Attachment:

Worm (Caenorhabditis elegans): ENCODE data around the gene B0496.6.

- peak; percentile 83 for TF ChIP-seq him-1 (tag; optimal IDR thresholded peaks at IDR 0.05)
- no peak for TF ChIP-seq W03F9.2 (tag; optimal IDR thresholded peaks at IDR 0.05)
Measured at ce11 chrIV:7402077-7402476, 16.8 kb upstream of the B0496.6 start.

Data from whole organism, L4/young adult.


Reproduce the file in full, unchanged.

Worm (Caenorhabditis elegans): ENCODE data around the gene B0496.6.

- peak; percentile 83 for TF ChIP-seq him-1 (tag; optimal IDR thresholded peaks at IDR 0.05)
- no peak for TF ChIP-seq W03F9.2 (tag; optimal IDR thresholded peaks at IDR 0.05)
Measured at ce11 chrIV:7402077-7402476, 16.8 kb upstream of the B0496.6 start.

Data from whole organism, L4/young adult.